From the back of the bottle: This exclusively brewed beer honours all those who have made 'joie de vivre' synonymous with this amazing city! This beer is an homage to Quebec City's 400th year anniversary. A city that is on my radar for a beer/food destination!
Unibroue sometimes doesn't put their beer into a particular category. As the case with this one, the label only says ale on lees. That's just means that it's bottle conditioned and is 'on yeast.' So, after uncorking the aroma of yeast was instant. With the first pour I noticed a great spice nose with a little citrus. The color was of yellow wheat and the tiny bubbles sped to the top to produce a white effervescent head. The clove and coriander were dominant with the first sip, then I got a slight wheat flavor that lingered, and it finished with a touch of sweetness. The mouthfeel was slightly thin and crisp with a little more carbonation than most of their beers. With only 7.5% abv it's a very drinkable beer. I would put this beer between a Belgium triple and a Belgium wheat beer. But, more important than that, I would put this beer close to the top of my favorite beer list.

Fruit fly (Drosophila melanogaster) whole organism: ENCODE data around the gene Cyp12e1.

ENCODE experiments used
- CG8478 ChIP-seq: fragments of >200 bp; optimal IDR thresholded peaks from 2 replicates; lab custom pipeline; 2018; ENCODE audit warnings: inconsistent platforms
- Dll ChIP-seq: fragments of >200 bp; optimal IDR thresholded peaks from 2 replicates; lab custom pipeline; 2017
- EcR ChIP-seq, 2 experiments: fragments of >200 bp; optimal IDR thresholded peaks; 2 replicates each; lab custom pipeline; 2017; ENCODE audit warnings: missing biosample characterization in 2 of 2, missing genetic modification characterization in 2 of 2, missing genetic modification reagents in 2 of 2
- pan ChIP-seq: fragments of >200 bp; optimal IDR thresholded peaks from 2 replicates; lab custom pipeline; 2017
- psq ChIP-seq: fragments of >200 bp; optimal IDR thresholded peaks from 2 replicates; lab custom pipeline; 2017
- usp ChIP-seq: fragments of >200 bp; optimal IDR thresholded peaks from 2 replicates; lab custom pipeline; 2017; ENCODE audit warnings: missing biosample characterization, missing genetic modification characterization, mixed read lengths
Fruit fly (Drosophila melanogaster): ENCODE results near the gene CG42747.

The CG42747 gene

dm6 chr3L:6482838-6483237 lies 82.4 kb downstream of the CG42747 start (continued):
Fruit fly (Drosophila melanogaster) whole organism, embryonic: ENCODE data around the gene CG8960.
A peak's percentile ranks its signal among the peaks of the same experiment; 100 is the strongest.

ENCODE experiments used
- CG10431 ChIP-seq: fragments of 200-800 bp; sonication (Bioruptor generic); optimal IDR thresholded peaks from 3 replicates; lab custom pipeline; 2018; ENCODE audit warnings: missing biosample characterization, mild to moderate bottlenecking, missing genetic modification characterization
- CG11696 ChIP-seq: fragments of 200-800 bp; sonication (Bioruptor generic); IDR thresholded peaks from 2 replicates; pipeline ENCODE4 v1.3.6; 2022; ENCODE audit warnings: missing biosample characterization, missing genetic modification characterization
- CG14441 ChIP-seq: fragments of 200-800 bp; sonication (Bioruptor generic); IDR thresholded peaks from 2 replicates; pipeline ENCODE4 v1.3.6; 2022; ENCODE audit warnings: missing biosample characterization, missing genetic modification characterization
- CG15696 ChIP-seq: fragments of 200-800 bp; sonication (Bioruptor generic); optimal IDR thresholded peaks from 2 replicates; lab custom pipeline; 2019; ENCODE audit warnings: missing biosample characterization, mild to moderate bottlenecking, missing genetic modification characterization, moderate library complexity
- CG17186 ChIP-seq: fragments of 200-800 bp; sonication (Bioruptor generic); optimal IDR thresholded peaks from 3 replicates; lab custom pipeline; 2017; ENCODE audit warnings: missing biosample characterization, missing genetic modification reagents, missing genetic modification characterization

Friday, October 3, 2008
Sometimes the simple recipes turn out the best. As someone who loves to cook it's sometimes hard to show some restraint. I always want to add a little this and a little of that, do a reduction of something, or do an emulsion, an infusion, or a fancy drizzle of sauce on the plate like the chefs do. Don't get me wrong, I do my fair share of that stuff too. But lately I'm noticing the less I fool with the food, the better it turns out.
Wednesday, October 1, 2008
“Is the beer ready?” I hear that a lot.
“Well…how long does it take?”
That’s a tough question to answer. I usually tell them, “when it’s ready, we’ll drink it.” It’s kind of the same thing with BBQ, when it’s done it’s done. My friends and family have grown to love and sometimes hate my hobbies.